In Martin McQuillan & Ika Willis (eds.), Epoché: A Journal for the History of Philosophy. Palgrave-Macmillan. pp. 27-49 (2006)

Abstract
In Plato’s Phaedrus divine inspiration comes literally to mean “environmental inspiration.” Intimated thereby is the insufficiency of all reflection on the divine and the natural which would fail to interrogate these categories precisely in their convergence, indeed, in their being one. The theme of inspiration, in its divine or elemental character, necessarily raises further questions concerning the status of inspired utterance—that is, in this case, of philosophical discourse itself. These themes finally point to the problem of the provenance of speaking and writing, if not from a purely active and free subject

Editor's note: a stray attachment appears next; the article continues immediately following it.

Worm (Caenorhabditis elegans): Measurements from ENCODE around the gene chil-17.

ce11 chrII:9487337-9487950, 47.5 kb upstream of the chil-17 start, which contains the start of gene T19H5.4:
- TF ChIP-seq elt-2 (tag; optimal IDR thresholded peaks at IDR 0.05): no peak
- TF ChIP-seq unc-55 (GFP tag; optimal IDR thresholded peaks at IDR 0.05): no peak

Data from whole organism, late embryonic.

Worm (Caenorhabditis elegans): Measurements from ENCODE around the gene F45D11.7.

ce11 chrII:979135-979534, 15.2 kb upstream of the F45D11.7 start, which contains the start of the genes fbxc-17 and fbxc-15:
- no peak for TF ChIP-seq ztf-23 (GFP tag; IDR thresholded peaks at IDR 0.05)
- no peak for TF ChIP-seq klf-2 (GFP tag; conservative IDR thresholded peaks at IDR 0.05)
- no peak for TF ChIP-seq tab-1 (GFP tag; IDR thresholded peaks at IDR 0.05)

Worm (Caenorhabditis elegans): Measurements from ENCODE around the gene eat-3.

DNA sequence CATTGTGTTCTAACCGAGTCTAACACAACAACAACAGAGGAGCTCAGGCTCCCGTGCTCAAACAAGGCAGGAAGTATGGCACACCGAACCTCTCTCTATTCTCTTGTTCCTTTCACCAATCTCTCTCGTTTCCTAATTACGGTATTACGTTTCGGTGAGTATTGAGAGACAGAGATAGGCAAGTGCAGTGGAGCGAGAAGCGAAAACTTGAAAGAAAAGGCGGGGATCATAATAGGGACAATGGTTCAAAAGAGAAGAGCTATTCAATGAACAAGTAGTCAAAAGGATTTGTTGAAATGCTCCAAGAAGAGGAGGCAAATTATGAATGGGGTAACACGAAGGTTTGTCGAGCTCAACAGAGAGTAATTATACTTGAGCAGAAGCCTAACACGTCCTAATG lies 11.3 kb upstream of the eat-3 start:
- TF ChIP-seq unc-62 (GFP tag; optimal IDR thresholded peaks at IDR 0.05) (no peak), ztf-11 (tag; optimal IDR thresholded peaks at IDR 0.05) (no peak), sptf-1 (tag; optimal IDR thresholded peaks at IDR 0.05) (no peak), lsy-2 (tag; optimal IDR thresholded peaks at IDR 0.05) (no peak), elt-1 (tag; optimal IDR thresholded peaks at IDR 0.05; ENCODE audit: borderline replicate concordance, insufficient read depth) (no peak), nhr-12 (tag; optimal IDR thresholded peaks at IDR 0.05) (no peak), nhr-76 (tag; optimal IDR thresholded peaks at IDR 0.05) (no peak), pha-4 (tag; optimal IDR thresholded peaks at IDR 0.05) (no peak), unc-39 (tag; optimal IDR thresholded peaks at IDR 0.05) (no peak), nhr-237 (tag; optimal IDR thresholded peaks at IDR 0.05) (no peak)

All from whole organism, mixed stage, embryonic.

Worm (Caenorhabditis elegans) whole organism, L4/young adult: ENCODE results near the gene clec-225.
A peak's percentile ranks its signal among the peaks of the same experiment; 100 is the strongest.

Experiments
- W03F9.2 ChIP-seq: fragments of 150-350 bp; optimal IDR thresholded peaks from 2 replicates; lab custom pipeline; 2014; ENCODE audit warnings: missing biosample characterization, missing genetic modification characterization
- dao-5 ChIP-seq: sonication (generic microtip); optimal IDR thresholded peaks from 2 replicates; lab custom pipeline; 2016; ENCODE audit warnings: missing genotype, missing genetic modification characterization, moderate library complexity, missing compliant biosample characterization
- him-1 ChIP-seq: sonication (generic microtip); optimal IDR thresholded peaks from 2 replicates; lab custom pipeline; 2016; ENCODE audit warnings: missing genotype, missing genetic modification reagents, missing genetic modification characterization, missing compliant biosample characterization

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DOI 10.5840/epoche200611111
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